How to Deal With Problem Board Members
How to Deal With Problem Board Members
Posted on: 5/16/2018
 
Author:
Michael DiLillo
 
 
Before you read further, make sure that they really are a problem. Maybe the person is right and the board simply doesn’t want to hear it. Don’t take it personally. Conflict is not necessarily a problem. Differing opinions is why you have a board. Healthy debate should be encouraged.

That being said, of course there are those board members that either make it difficult to accomplish board duties or will make the rest of the board’s lives miserable.

So you really have a problem board member? Read on…

Problem Board Members
    Baord member who tries to dominate meetings
  • Always tries to dominate a meeting, is basically a bully, and constantly interrupts other board members.

  • Doesn’t perform the duties expected of them.

  • Doesn’t attend meetings. Makes it difficult to reach a quorum.

  • Is always negative and argues about everything. No matter what the topic they will oppose it, be angry about it, and cause meetings to take much longer than needed.

  • Goes on and on when speaking. They put everyone to sleep and also cause meetings to take too long.

  • Board member who opposes or argues about everything
  • Resistant to change or new technology. “We have always done it this way”. “We don’t need to use computers.” Sound familiar?

  • Starting a mutiny. Tries to manipulate other board members into agreeing with their views and opposing others.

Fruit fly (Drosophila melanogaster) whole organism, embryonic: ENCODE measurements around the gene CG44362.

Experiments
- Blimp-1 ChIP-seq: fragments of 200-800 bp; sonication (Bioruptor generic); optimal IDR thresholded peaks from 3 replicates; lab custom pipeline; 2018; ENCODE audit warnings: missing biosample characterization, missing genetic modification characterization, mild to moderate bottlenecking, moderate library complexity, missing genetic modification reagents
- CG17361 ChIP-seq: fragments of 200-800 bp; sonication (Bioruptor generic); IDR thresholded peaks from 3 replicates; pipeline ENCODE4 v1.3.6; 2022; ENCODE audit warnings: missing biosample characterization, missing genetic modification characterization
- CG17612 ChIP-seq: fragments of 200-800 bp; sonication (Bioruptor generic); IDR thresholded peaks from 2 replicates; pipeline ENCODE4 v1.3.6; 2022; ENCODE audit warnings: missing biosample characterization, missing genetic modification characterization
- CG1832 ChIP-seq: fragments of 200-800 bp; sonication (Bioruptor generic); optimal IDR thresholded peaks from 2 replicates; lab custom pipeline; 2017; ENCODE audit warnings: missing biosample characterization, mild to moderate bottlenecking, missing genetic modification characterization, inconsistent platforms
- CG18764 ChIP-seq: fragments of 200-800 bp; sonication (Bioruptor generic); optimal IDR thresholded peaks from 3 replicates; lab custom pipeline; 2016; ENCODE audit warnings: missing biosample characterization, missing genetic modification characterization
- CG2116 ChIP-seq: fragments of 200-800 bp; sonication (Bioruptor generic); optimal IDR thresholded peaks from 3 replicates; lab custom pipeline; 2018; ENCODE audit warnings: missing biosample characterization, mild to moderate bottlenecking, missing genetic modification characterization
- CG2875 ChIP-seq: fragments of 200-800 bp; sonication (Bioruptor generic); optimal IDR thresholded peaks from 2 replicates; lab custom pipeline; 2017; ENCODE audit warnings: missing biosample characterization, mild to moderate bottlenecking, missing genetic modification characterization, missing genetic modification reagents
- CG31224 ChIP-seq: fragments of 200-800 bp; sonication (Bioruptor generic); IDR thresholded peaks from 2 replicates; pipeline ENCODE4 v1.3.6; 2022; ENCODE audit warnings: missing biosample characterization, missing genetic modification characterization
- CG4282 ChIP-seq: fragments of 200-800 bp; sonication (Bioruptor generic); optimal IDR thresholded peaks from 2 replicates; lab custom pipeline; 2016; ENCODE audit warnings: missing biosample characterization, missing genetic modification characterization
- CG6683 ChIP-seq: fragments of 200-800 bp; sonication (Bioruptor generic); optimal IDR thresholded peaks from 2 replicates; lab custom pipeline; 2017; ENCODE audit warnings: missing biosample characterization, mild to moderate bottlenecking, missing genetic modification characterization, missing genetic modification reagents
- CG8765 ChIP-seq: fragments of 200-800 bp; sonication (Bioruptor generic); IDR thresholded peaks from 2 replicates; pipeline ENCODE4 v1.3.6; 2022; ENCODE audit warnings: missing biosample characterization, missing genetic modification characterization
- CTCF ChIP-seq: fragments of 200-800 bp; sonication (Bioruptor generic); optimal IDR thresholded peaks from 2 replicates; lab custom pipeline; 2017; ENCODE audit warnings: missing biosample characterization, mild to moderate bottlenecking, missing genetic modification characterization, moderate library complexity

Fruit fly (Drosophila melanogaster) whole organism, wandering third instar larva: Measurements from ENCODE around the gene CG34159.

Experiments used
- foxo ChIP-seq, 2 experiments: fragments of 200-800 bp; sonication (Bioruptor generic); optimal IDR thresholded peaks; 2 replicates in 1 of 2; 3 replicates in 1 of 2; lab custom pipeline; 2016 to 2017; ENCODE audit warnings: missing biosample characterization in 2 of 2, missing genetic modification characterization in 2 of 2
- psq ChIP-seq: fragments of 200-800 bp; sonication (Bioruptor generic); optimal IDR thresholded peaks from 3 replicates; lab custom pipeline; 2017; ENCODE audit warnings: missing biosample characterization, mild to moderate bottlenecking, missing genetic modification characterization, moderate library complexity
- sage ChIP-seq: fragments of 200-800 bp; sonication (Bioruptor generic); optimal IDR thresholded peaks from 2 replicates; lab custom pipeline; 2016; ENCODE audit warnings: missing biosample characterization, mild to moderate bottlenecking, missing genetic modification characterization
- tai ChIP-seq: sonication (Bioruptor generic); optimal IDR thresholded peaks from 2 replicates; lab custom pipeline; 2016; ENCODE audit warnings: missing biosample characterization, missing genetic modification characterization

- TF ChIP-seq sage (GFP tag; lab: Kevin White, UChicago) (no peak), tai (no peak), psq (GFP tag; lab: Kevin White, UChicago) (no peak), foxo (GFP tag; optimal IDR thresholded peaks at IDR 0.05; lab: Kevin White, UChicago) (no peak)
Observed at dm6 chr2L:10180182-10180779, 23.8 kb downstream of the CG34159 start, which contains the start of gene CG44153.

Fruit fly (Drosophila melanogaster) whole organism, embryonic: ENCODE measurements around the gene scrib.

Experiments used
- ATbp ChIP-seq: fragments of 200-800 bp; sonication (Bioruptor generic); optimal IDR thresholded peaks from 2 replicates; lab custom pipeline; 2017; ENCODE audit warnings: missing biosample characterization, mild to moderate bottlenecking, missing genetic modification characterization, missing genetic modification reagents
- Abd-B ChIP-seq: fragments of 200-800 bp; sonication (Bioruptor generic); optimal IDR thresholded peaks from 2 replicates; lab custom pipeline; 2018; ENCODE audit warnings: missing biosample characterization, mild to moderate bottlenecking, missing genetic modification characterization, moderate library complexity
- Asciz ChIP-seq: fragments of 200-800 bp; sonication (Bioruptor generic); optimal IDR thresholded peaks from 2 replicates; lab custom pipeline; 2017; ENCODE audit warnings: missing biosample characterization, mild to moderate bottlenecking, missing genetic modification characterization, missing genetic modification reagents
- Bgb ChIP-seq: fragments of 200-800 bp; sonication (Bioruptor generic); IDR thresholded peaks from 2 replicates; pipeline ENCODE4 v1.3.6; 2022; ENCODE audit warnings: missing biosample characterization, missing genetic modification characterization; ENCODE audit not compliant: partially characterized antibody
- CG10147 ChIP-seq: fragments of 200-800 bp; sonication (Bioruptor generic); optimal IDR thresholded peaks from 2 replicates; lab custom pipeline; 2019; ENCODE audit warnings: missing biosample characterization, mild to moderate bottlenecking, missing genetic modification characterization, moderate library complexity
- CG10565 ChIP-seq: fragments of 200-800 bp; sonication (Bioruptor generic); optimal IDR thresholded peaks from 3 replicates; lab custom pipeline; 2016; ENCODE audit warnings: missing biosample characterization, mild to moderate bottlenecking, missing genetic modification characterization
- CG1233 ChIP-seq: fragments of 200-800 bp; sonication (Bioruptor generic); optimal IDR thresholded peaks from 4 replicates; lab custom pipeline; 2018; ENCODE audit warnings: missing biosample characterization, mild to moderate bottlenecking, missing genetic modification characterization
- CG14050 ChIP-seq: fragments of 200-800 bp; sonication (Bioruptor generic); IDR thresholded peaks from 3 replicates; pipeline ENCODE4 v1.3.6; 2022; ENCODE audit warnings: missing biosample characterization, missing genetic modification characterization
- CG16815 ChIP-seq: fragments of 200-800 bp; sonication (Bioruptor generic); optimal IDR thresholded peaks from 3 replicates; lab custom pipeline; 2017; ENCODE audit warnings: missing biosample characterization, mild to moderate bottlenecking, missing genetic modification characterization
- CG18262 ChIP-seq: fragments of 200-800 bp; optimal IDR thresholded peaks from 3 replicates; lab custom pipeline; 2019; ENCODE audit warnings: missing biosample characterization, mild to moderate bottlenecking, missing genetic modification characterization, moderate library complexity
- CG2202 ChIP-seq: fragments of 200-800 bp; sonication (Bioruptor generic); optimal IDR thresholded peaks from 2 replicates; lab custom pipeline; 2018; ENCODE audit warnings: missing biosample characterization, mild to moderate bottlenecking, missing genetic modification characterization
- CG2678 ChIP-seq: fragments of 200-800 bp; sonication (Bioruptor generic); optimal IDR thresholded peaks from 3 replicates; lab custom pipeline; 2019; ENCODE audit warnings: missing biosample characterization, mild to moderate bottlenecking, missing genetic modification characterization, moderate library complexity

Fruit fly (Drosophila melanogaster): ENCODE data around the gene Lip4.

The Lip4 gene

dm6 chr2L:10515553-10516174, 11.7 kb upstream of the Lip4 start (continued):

Solutions
  • Talk to the person privately and in person. Try to get them to understand how their behavior is hurting the organization. Always do your best to stay in control and not get angry. Put the emphasis on the effects to the organization rather than on what the person “did.” Use specific examples of the behavior, not generalities. Listen to the person and let them have a chance to process what you are trying to convey.

  • Private discussion with problem board member
  • Does the person have temporary issues at this time? They or a family member may be going through medical or other personal issues. Or work is really demanding right now. If the issue is temporary, just allowing some time may be sufficient. If the issues will continue long enough, suggest that the person step down from the board to allow someone else who has the time to participate.

  • If the board member does not attend many meetings discuss with them how missing meetings hurts the rest of the board. A board member has the duty to participate in the meetings and give important feedback and opinions to the rest of the board. Also, absences may prevent voting at meetings if attendance is not enough to reach a quorum. Point out any rules on attendance from your bylaws.

  • Document and publish attendance in a newsletter or on your website. This can be in a login protected area. The person may feel more obligated to attend meetings if they know all the homeowners will know who’s missing meetings.